- M.A. Greene: In your own words can you tell readers what You Owe Me A Murder is about?
Eileen Cook: It’s my play on Hitchcock’s Strangers on a Train. Kim meets a stranger, Nicki, on a flight to England. They each share their lives. Kim has an ex-boyfriend and Nicki’s mom is a huge problem for her. As a joke talk about how they could get away with the perfect murder if they killed each other’s enemy. Or at least Kim thinks it’s a joke until her ex-boyfriend ends up dead and Nicki expects her to return the favour.
- M.A. Greene: It was a great read. How did you get the idea for You Owe Me A Murder? Were you watching Hitchcock’s movie or was there another way you came up with the idea?
Eileen Cook: I’ve always loved the idea of taking classic stories as a foundation and then spinning them for a modern YA audience. I’ve always loved thrillers and Hitchcock (and Patricia Highsmith who wrote the book that the movie is based on) are a great blend of psychology and horror. I love the mental aspects of things more than “scary” thrillers.
I was playing with different ideas and then came across the book Strangers on a Train. I watched the movie again and that was all it took for my brain to start spinning. Twisted friendships are an interest area of mine so once I had the idea I was off!
- M.A. Greene: From start to finish how long did it take you to write You Owe Me A Murder?
Eileen Cook: It typically takes me about a year to write a book if you count the time trying to sort out the plot, writing drafts, throwing a draft away, crying, repeat, write a new draft, polish, and send off to my editor who then makes more changes.
M.A. Greene: Are you traditionally or self-published?
Eileen Cook: I’ve done both. I’m traditionally published with my YA and fiction, but I’ve written non-fiction books for writers. (Build Better Characters is one) and those I’ve self-published. I think the best thing about being a writer these days is that there are a lot of options and choices to get your story out into the world depending what you want and what’s important to you.
- M.A. Greene: Wow, that’s great you’re a hybrid author. Which route did you take first traditional or self-publishing?
Eileen Cook: Traditional was my first route. When I published my first book in 2008 ebooks were still just growing. In fact my first publishing contract didn’t even mention them because they weren’t a “thing.” The rise of ebooks meant that self publishing was a real viable option for a lot of writers which is great. I love working with my agent, editor and publisher, but I also love the freedom that comes with doing indie for my writer guides.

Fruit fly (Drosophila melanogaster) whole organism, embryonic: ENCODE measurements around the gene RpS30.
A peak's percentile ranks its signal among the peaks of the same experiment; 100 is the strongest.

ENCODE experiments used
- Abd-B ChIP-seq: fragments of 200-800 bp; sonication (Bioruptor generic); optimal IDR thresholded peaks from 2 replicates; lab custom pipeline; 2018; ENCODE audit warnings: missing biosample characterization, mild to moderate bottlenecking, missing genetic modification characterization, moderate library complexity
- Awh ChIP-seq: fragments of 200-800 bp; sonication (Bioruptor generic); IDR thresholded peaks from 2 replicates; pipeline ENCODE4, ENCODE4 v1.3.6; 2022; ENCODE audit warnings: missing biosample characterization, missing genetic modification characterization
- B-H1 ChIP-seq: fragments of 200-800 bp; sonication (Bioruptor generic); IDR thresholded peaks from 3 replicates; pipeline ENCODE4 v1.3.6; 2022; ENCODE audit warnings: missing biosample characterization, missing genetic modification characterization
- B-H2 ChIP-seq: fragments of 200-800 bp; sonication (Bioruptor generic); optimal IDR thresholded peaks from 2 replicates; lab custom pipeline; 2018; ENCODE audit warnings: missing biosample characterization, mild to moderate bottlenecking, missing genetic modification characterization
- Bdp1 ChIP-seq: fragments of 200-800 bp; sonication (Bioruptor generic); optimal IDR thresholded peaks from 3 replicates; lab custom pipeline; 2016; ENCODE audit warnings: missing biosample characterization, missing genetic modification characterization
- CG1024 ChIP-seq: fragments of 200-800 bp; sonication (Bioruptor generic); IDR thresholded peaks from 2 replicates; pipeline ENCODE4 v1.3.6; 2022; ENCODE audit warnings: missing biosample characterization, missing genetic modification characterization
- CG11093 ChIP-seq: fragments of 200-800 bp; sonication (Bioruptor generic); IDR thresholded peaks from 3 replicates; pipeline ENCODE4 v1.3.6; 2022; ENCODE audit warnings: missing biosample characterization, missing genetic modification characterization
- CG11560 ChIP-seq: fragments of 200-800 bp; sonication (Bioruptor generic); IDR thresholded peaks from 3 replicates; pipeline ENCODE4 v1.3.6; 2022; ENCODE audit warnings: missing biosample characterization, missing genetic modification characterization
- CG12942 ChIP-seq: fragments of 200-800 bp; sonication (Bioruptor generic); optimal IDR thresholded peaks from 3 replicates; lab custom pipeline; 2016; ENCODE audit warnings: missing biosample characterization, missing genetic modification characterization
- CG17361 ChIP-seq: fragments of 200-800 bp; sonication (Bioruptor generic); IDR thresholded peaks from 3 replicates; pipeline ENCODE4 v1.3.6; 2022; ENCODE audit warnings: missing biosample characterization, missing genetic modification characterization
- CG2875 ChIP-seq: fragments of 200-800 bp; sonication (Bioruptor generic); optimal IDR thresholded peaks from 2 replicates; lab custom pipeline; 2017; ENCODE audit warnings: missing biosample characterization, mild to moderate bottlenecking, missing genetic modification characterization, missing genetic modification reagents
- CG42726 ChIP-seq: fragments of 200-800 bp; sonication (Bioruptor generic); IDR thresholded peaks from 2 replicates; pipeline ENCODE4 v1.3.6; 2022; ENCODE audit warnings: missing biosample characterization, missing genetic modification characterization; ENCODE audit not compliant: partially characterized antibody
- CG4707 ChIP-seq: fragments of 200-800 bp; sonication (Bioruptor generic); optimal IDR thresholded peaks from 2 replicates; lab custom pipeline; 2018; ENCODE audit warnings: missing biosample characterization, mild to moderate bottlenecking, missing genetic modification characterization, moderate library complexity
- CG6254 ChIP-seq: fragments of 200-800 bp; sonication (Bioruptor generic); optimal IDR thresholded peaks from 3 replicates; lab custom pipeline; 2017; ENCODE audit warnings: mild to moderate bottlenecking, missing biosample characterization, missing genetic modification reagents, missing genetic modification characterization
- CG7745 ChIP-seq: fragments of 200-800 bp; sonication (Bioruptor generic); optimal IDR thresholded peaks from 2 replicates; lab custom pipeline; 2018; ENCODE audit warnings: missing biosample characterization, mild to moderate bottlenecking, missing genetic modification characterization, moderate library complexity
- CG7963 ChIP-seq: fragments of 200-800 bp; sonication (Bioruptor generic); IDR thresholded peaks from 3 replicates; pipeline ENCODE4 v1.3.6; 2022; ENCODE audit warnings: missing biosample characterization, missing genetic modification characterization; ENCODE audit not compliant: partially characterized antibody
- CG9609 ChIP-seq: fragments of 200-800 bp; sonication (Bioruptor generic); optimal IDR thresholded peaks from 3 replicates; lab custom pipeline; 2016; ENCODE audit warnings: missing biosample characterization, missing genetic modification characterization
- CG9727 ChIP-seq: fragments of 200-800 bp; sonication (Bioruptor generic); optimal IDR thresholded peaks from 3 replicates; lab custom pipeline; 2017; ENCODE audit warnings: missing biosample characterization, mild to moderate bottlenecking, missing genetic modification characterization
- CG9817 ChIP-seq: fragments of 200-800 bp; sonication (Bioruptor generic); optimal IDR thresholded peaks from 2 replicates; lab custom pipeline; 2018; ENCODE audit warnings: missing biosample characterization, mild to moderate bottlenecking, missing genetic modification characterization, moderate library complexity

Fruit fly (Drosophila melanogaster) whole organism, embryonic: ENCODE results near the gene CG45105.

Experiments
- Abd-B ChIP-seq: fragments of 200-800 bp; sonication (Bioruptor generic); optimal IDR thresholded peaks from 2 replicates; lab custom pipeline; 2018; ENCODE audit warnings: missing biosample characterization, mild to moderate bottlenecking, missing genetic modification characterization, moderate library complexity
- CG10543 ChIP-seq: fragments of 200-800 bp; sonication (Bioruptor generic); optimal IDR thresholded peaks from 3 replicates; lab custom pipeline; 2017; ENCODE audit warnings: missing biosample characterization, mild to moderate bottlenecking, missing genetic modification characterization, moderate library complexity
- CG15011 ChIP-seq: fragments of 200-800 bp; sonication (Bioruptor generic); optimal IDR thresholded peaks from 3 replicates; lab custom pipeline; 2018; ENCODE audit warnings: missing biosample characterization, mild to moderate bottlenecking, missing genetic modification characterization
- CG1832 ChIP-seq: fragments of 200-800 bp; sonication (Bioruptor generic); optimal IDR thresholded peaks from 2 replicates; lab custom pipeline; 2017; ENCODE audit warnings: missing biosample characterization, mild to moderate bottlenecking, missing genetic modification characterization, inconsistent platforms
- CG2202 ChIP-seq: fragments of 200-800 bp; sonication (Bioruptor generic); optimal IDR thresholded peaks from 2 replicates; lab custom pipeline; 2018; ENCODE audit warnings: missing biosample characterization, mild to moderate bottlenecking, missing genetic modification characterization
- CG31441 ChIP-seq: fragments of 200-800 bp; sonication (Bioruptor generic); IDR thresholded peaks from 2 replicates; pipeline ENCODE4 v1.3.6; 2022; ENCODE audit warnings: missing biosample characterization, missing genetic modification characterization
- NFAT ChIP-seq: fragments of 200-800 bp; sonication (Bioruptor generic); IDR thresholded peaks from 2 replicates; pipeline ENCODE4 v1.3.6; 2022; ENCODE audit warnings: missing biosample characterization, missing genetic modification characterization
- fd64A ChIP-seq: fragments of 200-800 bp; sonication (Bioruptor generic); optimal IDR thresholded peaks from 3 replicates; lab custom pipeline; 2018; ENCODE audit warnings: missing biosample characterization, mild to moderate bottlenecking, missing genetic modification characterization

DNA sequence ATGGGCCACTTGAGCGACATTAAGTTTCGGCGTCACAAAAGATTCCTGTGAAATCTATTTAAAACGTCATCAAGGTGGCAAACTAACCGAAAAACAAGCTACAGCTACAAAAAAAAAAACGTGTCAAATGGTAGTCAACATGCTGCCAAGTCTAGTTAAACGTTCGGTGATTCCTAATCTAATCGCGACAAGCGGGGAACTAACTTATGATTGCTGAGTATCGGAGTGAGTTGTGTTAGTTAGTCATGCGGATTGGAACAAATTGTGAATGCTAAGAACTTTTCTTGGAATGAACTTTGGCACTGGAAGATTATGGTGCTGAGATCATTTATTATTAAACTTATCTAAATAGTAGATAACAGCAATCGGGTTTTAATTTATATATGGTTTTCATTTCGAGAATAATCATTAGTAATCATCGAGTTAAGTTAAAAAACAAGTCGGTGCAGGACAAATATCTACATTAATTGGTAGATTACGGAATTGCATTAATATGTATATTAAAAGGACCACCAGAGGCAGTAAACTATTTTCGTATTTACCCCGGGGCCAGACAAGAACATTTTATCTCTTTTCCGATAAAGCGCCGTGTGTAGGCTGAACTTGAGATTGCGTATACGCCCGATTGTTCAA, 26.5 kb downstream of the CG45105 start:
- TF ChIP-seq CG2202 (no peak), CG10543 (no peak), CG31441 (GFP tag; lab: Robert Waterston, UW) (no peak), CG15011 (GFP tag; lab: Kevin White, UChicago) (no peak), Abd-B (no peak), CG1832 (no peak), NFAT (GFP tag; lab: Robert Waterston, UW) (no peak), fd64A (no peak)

It’s important to decide that whatever route you go (or doing both) that you put out a professional product, know what you’re good at doing and where you need help and then reaching out to readers.
- M.A. Greene: When you first sent out your first manuscript into what is known among writers as the “query trenches,” when you query a book to see if you can get a literary agent to represent you, how long did you query before you found an agent?
Eileen Cook: Query trenches seems like a nice way of putting one of the levels of hell that still gives me nightmares. It depends on how you want to measure the time. I wrote and queried four full books before I wrote one that garnered an agent. However for that book she was one of the first batch of three queries that I sent out on that book.
If you count only that book that it took no time at all. I however count the other books as I still have the rejection letters! : ) Back then a lot of them still worked by mail so you had to send them a letter with your own stamp so they could mail it back to you to reject you. There is something extra horrid about having paid for the stamp that sent the message of “thanks, but no thanks.”
- M.A. Greene: That must have taken a lot of will power to keep finishing books that did not get an agent until one finally did. How did you stay motivated to continue finishing novels and submitting to agents before getting to that book that finally got you one?
Eileen Cook: Irrational optimism.
Ha Ha. I did quit a few times in the process. The problem is that I really LIKE writing and telling stories. This is what I always wanted to do and felt like I was always meant to do. That meant that while I could never be sure if I would be published, I knew if I quit there would be no chance I would publish.